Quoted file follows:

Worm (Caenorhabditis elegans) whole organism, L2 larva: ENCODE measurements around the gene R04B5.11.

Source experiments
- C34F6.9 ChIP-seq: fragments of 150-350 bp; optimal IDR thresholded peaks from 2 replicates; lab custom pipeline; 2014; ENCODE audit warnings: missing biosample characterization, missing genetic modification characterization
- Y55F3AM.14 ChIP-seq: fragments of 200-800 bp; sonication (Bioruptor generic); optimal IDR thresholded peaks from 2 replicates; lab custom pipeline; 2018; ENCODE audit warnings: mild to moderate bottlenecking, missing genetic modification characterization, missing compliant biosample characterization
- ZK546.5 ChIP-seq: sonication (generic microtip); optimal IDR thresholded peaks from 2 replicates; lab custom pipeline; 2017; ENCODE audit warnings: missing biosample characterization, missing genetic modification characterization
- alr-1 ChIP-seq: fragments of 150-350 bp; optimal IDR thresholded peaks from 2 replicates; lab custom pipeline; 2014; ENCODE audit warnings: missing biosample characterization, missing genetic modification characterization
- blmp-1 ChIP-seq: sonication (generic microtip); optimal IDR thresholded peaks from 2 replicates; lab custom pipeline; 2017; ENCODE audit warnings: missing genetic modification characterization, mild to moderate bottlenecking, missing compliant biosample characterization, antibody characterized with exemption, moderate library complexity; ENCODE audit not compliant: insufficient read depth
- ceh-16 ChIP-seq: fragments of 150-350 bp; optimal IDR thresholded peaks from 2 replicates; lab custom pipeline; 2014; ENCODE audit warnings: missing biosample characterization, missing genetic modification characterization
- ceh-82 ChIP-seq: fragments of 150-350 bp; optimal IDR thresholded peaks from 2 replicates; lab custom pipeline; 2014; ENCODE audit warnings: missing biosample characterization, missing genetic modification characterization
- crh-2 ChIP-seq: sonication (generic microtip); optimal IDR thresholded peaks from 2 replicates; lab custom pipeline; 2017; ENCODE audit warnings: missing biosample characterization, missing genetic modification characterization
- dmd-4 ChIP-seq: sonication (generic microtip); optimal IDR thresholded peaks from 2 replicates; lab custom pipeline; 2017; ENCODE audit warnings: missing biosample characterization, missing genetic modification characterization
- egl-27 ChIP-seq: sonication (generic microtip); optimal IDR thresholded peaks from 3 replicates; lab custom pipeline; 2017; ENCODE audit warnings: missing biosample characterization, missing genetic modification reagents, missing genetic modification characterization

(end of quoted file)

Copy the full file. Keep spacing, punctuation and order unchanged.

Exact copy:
Worm (Caenorhabditis elegans) whole organism, L2 larva: ENCODE measurements around the gene R04B5.11.

Source experiments
- C34F6.9 ChIP-seq: fragments of 150-350 bp; optimal IDR thresholded peaks from 2 replicates; lab custom pipeline; 2014; ENCODE audit warnings: missing biosample characterization, missing genetic modification characterization
- Y55F3AM.14 ChIP-seq: fragments of 200-800 bp; sonication (Bioruptor generic); optimal IDR thresholded peaks from 2 replicates; lab custom pipeline; 2018; ENCODE audit warnings: mild to moderate bottlenecking, missing genetic modification characterization, missing compliant biosample characterization
- ZK546.5 ChIP-seq: sonication (generic microtip); optimal IDR thresholded peaks from 2 replicates; lab custom pipeline; 2017; ENCODE audit warnings: missing biosample characterization, missing genetic modification characterization
- alr-1 ChIP-seq: fragments of 150-350 bp; optimal IDR thresholded peaks from 2 replicates; lab custom pipeline; 2014; ENCODE audit warnings: missing biosample characterization, missing genetic modification characterization
- blmp-1 ChIP-seq: sonication (generic microtip); optimal IDR thresholded peaks from 2 replicates; lab custom pipeline; 2017; ENCODE audit warnings: missing genetic modification characterization, mild to moderate bottlenecking, missing compliant biosample characterization, antibody characterized with exemption, moderate library complexity; ENCODE audit not compliant: insufficient read depth
- ceh-16 ChIP-seq: fragments of 150-350 bp; optimal IDR thresholded peaks from 2 replicates; lab custom pipeline; 2014; ENCODE audit warnings: missing biosample characterization, missing genetic modification characterization
- ceh-82 ChIP-seq: fragments of 150-350 bp; optimal IDR thresholded peaks from 2 replicates; lab custom pipeline; 2014; ENCODE audit warnings: missing biosample characterization, missing genetic modification characterization
- crh-2 ChIP-seq: sonication (generic microtip); optimal IDR thresholded peaks from 2 replicates; lab custom pipeline; 2017; ENCODE audit warnings: missing biosample characterization, missing genetic modification characterization
- dmd-4 ChIP-seq: sonication (generic microtip); optimal IDR thresholded peaks from 2 replicates; lab custom pipeline; 2017; ENCODE audit warnings: missing biosample characterization, missing genetic modification characterization
- egl-27 ChIP-seq: sonication (generic microtip); optimal IDR thresholded peaks from 3 replicates; lab custom pipeline; 2017; ENCODE audit warnings: missing biosample characterization, missing genetic modification reagents, missing genetic modification characterization